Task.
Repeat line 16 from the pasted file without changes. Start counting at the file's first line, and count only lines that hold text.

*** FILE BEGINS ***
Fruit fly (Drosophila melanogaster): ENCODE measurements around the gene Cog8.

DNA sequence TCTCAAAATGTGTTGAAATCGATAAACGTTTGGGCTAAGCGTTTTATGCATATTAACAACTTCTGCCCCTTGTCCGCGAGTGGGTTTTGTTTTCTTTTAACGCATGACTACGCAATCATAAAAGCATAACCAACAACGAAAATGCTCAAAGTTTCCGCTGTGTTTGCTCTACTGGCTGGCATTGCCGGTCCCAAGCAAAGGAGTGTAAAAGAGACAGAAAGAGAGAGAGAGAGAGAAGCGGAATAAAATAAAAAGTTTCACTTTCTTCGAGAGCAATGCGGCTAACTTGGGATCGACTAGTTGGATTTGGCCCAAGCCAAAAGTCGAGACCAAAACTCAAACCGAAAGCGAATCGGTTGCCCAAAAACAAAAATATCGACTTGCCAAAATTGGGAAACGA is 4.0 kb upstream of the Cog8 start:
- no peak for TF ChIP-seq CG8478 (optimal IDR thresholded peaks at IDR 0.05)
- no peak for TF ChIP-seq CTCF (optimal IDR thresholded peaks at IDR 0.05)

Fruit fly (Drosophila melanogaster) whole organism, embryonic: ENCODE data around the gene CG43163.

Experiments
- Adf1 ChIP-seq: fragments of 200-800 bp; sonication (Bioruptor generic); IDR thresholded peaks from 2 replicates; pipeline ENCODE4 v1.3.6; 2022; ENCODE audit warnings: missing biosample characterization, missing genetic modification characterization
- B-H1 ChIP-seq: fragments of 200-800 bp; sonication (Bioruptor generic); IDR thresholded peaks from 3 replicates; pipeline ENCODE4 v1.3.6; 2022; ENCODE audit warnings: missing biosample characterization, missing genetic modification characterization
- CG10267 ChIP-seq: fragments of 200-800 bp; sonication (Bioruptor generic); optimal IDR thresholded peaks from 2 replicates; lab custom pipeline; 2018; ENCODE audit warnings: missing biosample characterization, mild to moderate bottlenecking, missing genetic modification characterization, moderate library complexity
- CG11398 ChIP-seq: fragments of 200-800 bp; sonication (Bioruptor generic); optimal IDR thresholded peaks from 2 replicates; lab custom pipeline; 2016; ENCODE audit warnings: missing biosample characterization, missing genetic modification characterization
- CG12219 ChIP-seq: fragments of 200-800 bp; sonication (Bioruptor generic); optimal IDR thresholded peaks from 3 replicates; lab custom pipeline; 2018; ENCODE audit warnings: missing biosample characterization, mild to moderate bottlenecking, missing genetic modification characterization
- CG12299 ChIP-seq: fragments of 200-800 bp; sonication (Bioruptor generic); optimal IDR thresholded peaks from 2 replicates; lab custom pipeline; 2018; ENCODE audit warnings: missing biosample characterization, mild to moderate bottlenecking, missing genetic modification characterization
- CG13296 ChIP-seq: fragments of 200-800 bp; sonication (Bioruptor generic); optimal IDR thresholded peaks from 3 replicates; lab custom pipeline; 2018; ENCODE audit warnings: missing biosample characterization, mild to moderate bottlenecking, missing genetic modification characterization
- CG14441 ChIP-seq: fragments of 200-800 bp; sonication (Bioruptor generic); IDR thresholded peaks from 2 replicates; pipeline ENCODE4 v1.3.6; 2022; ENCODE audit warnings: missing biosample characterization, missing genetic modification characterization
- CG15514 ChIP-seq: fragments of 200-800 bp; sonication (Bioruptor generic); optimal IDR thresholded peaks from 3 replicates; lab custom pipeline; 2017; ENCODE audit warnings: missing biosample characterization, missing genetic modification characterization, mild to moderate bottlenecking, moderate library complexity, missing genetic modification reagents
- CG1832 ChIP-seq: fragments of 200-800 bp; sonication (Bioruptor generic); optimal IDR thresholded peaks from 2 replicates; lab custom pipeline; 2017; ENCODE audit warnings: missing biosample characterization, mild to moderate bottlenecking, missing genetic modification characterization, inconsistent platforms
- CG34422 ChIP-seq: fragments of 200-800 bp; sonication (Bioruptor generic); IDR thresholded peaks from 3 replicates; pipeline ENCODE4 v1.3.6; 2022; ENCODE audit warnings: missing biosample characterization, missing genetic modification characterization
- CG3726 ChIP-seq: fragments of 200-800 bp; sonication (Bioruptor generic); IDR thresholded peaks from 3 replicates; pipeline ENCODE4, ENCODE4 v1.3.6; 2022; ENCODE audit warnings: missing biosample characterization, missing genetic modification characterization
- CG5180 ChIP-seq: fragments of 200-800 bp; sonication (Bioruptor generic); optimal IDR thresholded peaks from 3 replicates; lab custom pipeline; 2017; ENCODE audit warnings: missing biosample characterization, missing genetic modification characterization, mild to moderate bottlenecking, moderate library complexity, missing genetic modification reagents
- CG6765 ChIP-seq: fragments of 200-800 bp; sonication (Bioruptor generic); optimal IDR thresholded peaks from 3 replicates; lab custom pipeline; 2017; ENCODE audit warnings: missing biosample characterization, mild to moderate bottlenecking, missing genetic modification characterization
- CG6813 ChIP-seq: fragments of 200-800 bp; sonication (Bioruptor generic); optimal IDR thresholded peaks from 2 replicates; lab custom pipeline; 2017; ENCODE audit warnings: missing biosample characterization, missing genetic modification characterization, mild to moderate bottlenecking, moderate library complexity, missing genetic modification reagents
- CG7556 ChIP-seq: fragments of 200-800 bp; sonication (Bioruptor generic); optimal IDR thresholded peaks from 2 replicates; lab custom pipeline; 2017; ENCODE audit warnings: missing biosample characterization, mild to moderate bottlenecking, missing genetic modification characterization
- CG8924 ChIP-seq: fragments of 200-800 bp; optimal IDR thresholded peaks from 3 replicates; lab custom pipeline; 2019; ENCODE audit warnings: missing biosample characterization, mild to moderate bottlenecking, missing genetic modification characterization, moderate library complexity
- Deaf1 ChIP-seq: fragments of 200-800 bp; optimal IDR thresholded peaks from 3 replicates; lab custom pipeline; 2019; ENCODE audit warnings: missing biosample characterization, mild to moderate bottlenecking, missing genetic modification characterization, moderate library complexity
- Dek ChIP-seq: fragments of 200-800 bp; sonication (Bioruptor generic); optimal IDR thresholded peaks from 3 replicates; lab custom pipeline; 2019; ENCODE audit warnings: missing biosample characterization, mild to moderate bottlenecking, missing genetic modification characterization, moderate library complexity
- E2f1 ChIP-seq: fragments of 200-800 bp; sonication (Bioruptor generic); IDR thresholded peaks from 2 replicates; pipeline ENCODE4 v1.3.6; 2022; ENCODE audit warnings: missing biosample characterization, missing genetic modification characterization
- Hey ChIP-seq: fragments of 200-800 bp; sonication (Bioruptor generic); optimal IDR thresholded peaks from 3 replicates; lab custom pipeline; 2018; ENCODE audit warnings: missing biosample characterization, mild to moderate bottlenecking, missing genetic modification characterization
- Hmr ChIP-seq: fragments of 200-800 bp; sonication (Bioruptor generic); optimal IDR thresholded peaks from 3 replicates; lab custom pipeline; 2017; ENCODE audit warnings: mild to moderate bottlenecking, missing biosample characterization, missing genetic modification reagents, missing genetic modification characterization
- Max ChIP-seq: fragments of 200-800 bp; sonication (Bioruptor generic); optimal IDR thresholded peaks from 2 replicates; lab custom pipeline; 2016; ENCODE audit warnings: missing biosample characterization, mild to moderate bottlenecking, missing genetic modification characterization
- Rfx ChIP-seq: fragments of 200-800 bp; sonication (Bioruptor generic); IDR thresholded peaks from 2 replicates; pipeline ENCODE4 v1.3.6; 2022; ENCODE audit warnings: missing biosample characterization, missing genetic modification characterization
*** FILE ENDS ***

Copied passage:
- CG1832 ChIP-seq: fragments of 200-800 bp; sonication (Bioruptor generic); optimal IDR thresholded peaks from 2 replicates; lab custom pipeline; 2017; ENCODE audit warnings: missing biosample characterization, mild to moderate bottlenecking, missing genetic modification characterization, inconsistent platforms